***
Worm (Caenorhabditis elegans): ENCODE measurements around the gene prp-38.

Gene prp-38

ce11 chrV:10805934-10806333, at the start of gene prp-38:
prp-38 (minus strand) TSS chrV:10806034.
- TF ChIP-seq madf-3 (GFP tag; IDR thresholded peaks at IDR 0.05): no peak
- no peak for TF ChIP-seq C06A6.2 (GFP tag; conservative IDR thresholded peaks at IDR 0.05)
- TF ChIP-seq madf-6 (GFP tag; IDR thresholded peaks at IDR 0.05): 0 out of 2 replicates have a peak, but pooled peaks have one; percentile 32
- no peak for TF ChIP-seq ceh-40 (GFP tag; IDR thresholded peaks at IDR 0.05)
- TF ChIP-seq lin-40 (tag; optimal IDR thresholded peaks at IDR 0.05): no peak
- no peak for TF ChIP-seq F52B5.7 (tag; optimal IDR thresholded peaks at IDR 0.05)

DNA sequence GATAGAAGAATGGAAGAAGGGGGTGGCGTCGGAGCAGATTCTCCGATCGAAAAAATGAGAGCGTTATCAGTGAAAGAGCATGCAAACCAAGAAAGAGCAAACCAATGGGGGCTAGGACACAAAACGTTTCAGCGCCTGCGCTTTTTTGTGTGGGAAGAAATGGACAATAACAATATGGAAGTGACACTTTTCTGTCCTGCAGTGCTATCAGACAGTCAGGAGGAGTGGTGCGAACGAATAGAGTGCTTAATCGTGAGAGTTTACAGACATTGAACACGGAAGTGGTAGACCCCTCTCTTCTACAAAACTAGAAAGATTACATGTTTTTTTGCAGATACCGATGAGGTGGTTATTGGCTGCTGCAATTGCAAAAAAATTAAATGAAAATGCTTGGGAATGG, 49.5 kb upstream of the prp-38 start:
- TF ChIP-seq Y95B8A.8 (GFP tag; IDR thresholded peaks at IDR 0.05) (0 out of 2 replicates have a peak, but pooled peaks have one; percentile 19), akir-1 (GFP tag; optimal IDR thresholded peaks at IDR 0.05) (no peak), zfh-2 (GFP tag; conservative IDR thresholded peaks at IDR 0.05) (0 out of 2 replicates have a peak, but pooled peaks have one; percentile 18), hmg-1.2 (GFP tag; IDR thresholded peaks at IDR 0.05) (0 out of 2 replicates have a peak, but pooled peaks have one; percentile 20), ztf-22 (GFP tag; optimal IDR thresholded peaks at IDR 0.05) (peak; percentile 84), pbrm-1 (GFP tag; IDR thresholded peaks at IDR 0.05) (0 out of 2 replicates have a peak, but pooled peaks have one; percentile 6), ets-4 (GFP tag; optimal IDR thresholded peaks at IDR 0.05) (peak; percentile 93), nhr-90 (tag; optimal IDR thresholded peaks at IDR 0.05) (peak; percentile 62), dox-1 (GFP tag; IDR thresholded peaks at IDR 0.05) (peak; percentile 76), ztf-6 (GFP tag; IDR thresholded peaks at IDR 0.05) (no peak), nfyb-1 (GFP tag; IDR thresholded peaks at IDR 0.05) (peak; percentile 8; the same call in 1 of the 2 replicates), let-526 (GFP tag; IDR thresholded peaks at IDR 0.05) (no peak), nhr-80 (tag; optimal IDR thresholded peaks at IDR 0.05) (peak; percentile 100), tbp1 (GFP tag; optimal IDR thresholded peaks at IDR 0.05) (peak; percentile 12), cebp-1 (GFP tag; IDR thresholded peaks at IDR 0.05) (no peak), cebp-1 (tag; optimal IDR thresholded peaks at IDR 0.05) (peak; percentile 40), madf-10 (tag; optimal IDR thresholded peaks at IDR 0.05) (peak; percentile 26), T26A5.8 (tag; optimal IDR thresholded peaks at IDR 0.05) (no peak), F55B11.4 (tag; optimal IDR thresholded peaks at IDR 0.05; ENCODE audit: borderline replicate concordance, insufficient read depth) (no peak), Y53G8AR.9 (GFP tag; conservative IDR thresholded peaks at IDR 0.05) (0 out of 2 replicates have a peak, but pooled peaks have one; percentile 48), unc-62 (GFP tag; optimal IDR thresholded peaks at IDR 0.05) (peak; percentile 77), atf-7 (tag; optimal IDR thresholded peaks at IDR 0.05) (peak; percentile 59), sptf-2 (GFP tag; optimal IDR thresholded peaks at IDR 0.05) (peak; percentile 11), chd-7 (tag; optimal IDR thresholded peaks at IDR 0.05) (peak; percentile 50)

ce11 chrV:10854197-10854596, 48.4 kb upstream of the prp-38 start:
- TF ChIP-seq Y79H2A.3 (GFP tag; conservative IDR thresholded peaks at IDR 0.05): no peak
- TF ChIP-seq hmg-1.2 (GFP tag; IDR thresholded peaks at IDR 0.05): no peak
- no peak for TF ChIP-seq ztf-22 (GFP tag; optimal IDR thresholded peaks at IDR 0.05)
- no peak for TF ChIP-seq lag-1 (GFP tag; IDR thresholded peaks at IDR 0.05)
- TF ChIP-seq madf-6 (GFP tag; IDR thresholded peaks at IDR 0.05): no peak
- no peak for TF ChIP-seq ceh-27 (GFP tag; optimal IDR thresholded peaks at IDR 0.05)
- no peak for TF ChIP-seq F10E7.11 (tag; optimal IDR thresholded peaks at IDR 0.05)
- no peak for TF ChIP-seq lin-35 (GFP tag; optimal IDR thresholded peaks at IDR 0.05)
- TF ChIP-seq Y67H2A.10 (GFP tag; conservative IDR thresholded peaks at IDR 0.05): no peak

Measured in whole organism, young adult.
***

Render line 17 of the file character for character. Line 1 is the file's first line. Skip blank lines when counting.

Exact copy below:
- no peak for TF ChIP-seq lag-1 (GFP tag; IDR thresholded peaks at IDR 0.05)